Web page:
Thermal energy accumulation in stratified hot water stores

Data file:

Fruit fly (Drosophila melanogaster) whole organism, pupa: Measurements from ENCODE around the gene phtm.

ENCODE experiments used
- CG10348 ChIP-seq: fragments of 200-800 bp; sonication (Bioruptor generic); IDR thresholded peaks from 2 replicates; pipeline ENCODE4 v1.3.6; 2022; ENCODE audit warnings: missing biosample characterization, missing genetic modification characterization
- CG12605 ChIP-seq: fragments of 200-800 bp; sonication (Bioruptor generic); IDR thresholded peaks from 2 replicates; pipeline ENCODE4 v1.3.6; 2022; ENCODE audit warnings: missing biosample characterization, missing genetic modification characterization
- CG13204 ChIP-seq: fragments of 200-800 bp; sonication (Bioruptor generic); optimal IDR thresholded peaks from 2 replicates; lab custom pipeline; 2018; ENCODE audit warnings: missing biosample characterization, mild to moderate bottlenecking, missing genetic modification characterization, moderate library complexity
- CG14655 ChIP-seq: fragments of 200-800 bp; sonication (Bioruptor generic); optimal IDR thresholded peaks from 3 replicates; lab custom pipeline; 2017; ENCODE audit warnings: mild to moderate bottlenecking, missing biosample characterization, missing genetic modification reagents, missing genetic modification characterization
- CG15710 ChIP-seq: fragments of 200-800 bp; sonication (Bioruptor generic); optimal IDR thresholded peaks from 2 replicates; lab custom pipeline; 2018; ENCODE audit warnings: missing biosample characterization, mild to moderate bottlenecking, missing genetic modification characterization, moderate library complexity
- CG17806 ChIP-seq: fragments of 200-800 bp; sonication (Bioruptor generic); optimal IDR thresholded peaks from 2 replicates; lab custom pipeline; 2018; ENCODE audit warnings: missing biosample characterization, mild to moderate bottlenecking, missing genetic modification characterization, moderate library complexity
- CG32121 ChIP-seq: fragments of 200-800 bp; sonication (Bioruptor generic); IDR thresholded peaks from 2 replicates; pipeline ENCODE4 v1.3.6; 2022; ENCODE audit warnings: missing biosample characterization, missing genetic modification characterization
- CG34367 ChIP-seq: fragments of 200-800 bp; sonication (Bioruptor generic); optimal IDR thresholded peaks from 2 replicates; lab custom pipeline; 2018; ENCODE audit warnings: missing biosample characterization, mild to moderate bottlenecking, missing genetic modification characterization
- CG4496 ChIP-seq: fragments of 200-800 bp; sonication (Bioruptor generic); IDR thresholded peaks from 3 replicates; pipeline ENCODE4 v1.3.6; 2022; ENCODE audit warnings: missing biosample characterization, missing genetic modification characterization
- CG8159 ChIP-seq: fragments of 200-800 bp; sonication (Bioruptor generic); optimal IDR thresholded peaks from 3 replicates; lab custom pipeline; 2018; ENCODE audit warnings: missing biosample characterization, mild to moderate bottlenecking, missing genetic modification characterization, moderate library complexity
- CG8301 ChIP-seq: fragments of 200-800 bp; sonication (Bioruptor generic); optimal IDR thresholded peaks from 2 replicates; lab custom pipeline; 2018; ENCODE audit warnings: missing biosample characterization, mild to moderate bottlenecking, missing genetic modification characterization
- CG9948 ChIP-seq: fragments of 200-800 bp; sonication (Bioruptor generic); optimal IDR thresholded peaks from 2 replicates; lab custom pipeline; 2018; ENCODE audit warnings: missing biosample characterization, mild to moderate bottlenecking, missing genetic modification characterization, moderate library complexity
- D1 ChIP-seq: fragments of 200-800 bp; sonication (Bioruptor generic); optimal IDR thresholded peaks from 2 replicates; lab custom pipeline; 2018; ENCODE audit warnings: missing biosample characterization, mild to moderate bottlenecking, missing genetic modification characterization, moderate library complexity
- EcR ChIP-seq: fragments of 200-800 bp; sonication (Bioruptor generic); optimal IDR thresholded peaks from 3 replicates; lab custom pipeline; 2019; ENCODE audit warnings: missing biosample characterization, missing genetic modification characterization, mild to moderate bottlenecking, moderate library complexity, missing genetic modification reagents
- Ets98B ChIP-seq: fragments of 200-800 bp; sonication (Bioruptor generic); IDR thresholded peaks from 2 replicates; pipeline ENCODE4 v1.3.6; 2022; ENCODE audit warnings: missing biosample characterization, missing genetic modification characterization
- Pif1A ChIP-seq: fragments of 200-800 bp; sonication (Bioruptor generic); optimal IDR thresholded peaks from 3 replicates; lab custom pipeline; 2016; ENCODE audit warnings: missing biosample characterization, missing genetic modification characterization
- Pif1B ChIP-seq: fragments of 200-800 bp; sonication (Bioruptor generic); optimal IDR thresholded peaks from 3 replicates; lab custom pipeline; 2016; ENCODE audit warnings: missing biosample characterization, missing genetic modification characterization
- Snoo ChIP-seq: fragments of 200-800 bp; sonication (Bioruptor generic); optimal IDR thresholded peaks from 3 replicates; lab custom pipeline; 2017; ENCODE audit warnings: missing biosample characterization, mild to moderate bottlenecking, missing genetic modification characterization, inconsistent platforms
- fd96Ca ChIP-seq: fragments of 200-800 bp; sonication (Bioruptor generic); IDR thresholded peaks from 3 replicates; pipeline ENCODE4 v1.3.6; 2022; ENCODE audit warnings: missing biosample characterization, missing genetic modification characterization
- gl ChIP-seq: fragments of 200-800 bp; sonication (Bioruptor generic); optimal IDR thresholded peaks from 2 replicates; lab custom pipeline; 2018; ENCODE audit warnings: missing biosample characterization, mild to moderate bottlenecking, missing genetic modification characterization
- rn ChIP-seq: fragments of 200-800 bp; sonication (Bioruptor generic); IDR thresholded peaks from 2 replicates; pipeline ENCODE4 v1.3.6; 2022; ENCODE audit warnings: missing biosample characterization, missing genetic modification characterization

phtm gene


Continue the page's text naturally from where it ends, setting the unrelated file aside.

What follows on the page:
Hot water thermal energy stores have the potential to improve and extend the performance of many kinds of energy system. Waperature stratification in the store is likely to affect the system's efficiency. A basic but accurate computer model of the hot water store under various inlet flow conditions is a requisite means of assesiing promising applications of hot water storage by system computer simulation techniques. A microprocessor-controlled test facility has been constructed to evaluate the performance of a 3m 3 hot water store under a wide range of inlet flow conditions, using a temperature step input approach. Three types of inlet/outlet ports have been examined: horizontal, vertical and distributors. The results show that two distinct regions evolve within the store: a fully-mixed region adjacent to the inlet port and a region of smooth 'plug-flow' in the remaining volume of the store. The performance of the store is shown to be defined by the initial depth of the fully-mixed region which in turn is seen to be closely related to the buoyancy and momentum fluxes of the inlet flow. The behAviour of the store and the evident correlations have enabled a one-dimensional computer model of the store to be developed, taking into account the turbulent mixing, vertical heat conduction and heat losses to the surrounding areas. The model has been successfully validated against the results from the step input experiments. The model has been integrated into a computer simulated central heating system which incorporates a hot water store. Predictions have been made, using the simulation, of the energy savings which may be achieved with the use of storage in comparison to a conventional system, and an assessment has been made of the economic viability of the application.